Shane Jacobson, Clayton Jacobson, Kim Gyngell, Sarah Snook, Lynette Curran
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…if you’re open to its acidic charms, Brothers’ Nest is one for the books.
Brothers’ Nest sees filmmaking siblings Shane and Clayton Jacobson reunite for the first time since the world-beating 2006 comedy, Kenny.
But this ain’t Kenny.
Anyone expecting a redux of that amiable toilet-themed flick is in for the shock of their lives. Brothers’ Nest is a pitch black noir-of-errors that could just about be termed a black comedy if you squint a bit. Comparisons have been made with the Coen brothers’ oeuvre, but Brothers’ Nest sits at the Blood Simple end of the spectrum there, rather than anywhere near Raising Arizona or The Big Lebowski. It’s grim business.
We meet our protagonists, elder brother Jason (Clayton Jacobson) and the slightly younger Terry (Shane Jacobson) as they ride bicycles through the pre-dawn light toward their remote, rural Victorian family home. Their mission: fake the suicide of their stepfather, Rodger (Kim Gyngell), and so ensure they inherit the house from their dying mother (Lynette Curran). They have all day to prepare for the murder before Rodger arrives. Jason has a checklist. Terry has serious doubts.
We spend a lot of time with Terry and Jason in their childhood home as they both lay the groundwork for their homicide and excavate their shared past, and by the time Rodger shows up we’ve got an intimate awareness of the dynamic that exists between these three men thanks to the deft script by Jaime Browne (The Mule). For all its closely observed character work, Brothers’ Nest still holds plenty of surprises, though – not the least of which is the odd burst of genuinely shocking violence.
It’s not gratuitous, though – the film is clever enough to know that meaningless violence has less impact than meaningful violence – horrible acts committed for awful but understandable reasons. The spurting claret is just one facet – the real horror comes in witnessing how these people, who know each other so intimately, turn on themselves.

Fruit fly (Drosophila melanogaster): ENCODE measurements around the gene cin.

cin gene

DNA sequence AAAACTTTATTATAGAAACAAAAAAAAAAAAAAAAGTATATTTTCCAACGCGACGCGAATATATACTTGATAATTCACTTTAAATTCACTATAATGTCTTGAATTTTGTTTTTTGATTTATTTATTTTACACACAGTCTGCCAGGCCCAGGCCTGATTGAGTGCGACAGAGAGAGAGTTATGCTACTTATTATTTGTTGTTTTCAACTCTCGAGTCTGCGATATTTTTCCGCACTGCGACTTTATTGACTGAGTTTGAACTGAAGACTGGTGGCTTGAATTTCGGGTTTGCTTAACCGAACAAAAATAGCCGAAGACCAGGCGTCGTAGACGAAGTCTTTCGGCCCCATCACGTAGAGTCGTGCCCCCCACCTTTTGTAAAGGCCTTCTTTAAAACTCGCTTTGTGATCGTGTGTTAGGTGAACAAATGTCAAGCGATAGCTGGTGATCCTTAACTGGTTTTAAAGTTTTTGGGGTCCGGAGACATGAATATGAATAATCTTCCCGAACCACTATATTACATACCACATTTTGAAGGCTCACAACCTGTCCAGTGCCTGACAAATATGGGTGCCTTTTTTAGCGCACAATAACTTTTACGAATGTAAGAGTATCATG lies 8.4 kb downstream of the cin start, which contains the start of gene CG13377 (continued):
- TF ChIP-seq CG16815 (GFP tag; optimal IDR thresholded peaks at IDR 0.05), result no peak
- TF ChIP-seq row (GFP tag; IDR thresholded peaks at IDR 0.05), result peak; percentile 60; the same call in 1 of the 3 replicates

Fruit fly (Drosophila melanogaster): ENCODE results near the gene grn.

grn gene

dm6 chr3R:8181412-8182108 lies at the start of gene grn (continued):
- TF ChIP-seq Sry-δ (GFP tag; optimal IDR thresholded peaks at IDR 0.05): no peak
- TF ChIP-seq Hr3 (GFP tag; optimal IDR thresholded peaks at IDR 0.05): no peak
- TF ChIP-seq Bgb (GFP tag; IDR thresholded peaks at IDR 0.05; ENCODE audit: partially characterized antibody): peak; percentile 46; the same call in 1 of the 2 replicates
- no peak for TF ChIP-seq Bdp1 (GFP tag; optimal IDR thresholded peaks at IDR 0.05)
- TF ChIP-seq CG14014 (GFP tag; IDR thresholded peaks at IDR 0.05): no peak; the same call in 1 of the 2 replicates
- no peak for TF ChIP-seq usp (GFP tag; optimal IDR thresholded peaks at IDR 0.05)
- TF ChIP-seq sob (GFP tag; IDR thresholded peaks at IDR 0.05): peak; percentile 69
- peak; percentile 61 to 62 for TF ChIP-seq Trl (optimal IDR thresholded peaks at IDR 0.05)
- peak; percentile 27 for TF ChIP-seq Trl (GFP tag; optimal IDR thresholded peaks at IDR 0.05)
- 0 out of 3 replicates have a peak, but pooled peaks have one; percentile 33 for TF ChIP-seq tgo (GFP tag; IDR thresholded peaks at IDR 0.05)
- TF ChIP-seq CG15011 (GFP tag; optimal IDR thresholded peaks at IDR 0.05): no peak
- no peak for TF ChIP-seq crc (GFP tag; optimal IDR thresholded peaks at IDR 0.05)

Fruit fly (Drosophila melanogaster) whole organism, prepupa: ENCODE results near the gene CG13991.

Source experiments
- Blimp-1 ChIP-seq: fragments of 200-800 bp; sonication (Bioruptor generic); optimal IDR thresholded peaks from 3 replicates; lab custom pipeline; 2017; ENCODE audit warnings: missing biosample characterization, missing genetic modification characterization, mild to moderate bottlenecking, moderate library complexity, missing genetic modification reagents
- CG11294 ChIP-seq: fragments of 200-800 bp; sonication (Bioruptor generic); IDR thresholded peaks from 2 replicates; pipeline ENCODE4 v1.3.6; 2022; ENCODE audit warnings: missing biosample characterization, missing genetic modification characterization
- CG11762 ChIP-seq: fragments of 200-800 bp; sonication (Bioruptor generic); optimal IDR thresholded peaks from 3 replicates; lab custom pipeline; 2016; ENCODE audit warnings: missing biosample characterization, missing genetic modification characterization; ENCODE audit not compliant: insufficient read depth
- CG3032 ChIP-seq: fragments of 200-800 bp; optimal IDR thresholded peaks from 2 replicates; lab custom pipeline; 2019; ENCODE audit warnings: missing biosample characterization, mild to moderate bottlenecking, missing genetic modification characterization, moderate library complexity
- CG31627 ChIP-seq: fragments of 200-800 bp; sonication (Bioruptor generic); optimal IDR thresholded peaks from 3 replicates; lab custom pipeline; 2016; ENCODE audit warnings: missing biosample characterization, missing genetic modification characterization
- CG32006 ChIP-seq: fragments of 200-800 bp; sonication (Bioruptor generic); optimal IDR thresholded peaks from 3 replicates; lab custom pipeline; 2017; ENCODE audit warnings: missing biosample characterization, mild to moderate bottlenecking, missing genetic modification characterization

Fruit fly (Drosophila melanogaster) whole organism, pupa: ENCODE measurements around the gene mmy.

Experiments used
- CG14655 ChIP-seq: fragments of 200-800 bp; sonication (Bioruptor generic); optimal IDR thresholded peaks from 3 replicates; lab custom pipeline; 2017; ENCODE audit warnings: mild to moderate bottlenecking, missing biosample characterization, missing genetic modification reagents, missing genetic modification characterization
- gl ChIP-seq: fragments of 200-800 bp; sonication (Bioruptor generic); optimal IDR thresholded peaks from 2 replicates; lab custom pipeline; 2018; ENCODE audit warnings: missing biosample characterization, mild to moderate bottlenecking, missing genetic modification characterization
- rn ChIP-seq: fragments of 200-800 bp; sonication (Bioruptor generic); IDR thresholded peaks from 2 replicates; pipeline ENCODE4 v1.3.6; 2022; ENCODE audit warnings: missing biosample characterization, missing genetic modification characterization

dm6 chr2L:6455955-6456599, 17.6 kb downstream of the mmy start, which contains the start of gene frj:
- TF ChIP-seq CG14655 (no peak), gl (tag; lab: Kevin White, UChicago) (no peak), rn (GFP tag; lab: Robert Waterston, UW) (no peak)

Director Clayton Jacobson captures it all in an austere, chilly style that perfectly complements Jaime Browne’s writing. The overall mood is one of subtle but palpable transgression – the notion of committing a cold-blooded murder in one’s family home is an unsettling one. Effectively, Jason and Terry are strangers in their own lives, prowling past mementos and childhood artifacts in disposable coveralls while they discuss the quickest, kindest way to kill someone they’ve known since they were kids, and seeing these interchanges play out between the avuncular, all-Aussie Jacobson boys is at times deeply disquieting. The pair both turn in excellent performances, especially Shane as the increasingly conflicted Terry.
Brothers’ Nest is a prickly affair that delights in leaving the viewer off centre. It’s not quite in the same league as, say, The Interview, but it’s certainly adjacent to that singular Australian classic, both in tone and intent. That also means it’s going to be far too misanthropic for many, but if you’re open to its acidic charms, it’s one for the books.